There were a total of 77,957 residents eligible to register at the ten relocation centers. Of this number, 65,078, or 87.4 percent, answered Question 28 with an unqualified "yes," while 5,376 answered "no," 1,041 qualified their answers, and 3,254 failed to register. Including the 234 who did not answer the question, 9,905 Japanese Americans did not answer the loyalty question with a "yes." Thus, approximately 12.6 percent of the total possible reacted negatively to the "loyalty" question The great bulk of the non-affirmative answers came from the citizen group. Approximately 26.3 percent of the male citizens and about 15 percent of the female citizens failed to provide unqualified affirmative answers. Only 3.6 of the male aliens, and 3.5 percent of the female aliens failed to provide unqualified affirmative answers. [13]

Aside from Questions 27 and 28, most of the other questions on the two forms were less controversial. The questions asked for information on topics such as education, previous employment, knowledge of the Japanese language, number of relatives in Japan, foreign investments and travel, religious and organizational affiliations, sports interests, hobbies, magazines and newspapers customarily read, and possession of dual citizenship. As the registration program was completed at the various centers and as the younger residents were subsequently registered upon reaching the age of 17, the completed questionnaires were transferred to WRA headquarters in Washington for cross checking against the records of federal investigative agencies. Under an agreement between the WRA and FBI, the latter took the principal responsibility for this record check and provided the WRA with information on each registrant that was available in its files as well as those of the Office of Naval Intelligence and the Military Intelligence Service. By July 1, some 73,900 cases had been submitted to the FBI, and approximately 61,200 had been returned with available intelligence information. [14]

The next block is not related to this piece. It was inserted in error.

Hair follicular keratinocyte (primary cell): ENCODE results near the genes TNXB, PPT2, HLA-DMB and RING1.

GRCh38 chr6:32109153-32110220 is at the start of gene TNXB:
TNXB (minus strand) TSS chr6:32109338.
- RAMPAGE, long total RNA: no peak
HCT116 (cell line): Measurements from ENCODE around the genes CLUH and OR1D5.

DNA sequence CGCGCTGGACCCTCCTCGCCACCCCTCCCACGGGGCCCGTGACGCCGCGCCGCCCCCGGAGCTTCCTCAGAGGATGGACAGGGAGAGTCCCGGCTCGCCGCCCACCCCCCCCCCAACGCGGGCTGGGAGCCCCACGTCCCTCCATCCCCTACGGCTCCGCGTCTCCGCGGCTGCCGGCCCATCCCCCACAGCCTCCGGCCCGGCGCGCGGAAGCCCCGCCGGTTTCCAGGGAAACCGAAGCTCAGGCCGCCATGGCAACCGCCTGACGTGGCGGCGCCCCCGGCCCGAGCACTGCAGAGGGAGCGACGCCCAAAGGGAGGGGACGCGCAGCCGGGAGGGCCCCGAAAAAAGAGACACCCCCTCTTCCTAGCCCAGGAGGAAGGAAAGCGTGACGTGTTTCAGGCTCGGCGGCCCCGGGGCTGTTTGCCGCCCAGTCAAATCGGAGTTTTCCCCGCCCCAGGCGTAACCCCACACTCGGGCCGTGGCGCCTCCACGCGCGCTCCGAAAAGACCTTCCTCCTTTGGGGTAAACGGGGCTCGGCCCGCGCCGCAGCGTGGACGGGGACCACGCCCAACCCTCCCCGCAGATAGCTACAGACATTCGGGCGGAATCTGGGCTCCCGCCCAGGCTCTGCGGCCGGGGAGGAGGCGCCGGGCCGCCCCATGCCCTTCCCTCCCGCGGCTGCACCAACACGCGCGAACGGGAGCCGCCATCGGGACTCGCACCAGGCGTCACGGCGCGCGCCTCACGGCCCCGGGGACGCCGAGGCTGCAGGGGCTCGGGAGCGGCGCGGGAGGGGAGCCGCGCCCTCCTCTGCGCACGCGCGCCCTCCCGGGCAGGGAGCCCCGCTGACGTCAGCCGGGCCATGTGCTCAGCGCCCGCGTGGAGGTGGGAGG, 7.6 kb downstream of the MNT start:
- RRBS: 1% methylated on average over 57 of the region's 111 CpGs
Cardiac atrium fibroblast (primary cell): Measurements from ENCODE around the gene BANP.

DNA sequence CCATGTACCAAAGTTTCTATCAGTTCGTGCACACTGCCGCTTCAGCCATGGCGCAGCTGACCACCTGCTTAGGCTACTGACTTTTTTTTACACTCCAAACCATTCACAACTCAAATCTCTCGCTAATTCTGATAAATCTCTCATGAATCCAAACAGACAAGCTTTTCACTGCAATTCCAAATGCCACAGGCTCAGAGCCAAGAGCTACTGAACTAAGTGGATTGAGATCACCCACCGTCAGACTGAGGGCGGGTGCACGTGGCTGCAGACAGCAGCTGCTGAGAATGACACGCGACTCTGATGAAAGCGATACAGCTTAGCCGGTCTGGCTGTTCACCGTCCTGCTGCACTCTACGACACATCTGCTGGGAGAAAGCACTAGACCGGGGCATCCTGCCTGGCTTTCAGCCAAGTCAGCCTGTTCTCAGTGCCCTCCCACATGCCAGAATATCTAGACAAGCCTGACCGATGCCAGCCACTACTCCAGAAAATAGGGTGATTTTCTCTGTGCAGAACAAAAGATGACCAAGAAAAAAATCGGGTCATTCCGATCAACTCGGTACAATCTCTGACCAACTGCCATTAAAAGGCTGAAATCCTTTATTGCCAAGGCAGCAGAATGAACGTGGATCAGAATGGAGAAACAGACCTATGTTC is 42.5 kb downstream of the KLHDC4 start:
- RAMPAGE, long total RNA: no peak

Evacuee Reactions to the Registration Program. According to the WRA, the underlying factors explaining resistance to the registration program at most centers was "an extremely intricate pattern of influences dating back to the time of evacuation." Two of the most significant factors were "evacuee resentment against the government resulting from evacuation and detention in relocation centers," and "administrative miscalculations and errors of judgment both in the explanation and the execution of the registration program.